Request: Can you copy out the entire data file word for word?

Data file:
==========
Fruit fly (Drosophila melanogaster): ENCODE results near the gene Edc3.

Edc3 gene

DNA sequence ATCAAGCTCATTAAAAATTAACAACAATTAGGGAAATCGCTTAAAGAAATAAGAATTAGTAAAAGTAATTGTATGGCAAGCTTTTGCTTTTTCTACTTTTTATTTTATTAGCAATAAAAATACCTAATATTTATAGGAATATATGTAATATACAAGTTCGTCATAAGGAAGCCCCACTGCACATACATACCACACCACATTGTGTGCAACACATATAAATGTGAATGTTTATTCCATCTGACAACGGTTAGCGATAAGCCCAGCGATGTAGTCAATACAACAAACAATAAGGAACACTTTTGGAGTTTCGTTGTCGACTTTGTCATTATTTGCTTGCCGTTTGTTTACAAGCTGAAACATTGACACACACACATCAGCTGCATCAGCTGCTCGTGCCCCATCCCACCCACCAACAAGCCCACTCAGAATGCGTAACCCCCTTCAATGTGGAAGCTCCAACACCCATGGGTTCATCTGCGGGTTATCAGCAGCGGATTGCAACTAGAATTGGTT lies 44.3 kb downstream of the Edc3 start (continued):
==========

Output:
Fruit fly (Drosophila melanogaster): ENCODE results near the gene Edc3.

Edc3 gene

DNA sequence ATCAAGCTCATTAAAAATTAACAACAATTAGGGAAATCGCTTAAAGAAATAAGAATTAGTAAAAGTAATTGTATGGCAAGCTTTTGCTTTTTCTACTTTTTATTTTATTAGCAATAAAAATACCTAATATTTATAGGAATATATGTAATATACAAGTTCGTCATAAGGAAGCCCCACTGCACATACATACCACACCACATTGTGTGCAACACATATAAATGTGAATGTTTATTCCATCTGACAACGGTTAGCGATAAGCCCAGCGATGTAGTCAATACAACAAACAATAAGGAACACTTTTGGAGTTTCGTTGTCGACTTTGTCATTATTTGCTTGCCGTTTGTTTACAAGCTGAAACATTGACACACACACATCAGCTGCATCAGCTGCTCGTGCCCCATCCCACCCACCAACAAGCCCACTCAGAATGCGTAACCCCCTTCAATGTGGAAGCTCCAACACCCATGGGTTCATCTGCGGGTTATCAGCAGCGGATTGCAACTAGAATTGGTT lies 44.3 kb downstream of the Edc3 start (continued):